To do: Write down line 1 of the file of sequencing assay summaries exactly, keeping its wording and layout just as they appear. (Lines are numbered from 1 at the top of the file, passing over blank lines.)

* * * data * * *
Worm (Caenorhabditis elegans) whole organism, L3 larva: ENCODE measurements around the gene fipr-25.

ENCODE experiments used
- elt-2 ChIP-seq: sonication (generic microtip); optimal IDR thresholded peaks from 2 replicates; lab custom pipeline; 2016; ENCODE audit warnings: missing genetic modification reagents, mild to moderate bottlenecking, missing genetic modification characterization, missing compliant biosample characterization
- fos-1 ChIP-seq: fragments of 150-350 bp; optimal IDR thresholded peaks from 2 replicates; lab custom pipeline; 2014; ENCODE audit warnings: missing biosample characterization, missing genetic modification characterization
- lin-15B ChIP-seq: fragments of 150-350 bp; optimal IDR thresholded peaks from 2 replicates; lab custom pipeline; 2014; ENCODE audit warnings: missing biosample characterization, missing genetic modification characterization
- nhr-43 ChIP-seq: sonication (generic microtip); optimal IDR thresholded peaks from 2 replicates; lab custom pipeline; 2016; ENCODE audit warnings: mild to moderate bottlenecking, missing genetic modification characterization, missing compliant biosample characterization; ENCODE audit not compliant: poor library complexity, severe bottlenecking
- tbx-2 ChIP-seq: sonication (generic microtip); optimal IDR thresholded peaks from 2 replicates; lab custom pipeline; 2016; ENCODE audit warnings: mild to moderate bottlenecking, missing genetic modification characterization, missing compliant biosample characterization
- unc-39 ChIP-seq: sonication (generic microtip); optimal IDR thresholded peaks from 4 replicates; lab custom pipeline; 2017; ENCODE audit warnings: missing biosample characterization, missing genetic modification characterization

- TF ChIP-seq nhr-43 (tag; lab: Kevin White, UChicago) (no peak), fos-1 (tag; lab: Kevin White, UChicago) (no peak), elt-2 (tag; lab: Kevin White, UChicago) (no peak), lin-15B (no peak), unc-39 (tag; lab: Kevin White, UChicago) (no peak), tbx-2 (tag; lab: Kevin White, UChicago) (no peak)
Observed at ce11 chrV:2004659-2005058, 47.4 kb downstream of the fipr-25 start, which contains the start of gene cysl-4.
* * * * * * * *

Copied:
Worm (Caenorhabditis elegans) whole organism, L3 larva: ENCODE measurements around the gene fipr-25.